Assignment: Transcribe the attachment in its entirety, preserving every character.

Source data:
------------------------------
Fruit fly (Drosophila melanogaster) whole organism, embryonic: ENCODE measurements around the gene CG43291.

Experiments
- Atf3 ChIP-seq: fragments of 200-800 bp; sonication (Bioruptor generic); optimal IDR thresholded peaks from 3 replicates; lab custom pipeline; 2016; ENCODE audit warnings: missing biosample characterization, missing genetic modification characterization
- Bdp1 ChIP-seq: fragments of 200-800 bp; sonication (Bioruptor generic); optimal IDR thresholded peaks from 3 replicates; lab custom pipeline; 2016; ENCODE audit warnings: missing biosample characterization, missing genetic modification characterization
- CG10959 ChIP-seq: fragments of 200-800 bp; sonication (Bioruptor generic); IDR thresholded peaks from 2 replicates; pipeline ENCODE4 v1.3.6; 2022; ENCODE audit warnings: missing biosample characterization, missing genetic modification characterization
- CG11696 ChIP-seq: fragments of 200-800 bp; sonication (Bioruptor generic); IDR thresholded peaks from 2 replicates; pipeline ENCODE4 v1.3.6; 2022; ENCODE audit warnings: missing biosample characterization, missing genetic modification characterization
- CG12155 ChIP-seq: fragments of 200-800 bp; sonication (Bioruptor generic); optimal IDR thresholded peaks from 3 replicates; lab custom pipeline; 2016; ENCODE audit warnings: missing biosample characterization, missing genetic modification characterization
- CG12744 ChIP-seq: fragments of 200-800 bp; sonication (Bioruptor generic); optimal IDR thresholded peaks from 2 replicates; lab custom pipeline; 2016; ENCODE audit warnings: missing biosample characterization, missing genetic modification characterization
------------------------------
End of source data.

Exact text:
Fruit fly (Drosophila melanogaster) whole organism, embryonic: ENCODE measurements around the gene CG43291.

Experiments
- Atf3 ChIP-seq: fragments of 200-800 bp; sonication (Bioruptor generic); optimal IDR thresholded peaks from 3 replicates; lab custom pipeline; 2016; ENCODE audit warnings: missing biosample characterization, missing genetic modification characterization
- Bdp1 ChIP-seq: fragments of 200-800 bp; sonication (Bioruptor generic); optimal IDR thresholded peaks from 3 replicates; lab custom pipeline; 2016; ENCODE audit warnings: missing biosample characterization, missing genetic modification characterization
- CG10959 ChIP-seq: fragments of 200-800 bp; sonication (Bioruptor generic); IDR thresholded peaks from 2 replicates; pipeline ENCODE4 v1.3.6; 2022; ENCODE audit warnings: missing biosample characterization, missing genetic modification characterization
- CG11696 ChIP-seq: fragments of 200-800 bp; sonication (Bioruptor generic); IDR thresholded peaks from 2 replicates; pipeline ENCODE4 v1.3.6; 2022; ENCODE audit warnings: missing biosample characterization, missing genetic modification characterization
- CG12155 ChIP-seq: fragments of 200-800 bp; sonication (Bioruptor generic); optimal IDR thresholded peaks from 3 replicates; lab custom pipeline; 2016; ENCODE audit warnings: missing biosample characterization, missing genetic modification characterization
- CG12744 ChIP-seq: fragments of 200-800 bp; sonication (Bioruptor generic); optimal IDR thresholded peaks from 2 replicates; lab custom pipeline; 2016; ENCODE audit warnings: missing biosample characterization, missing genetic modification characterization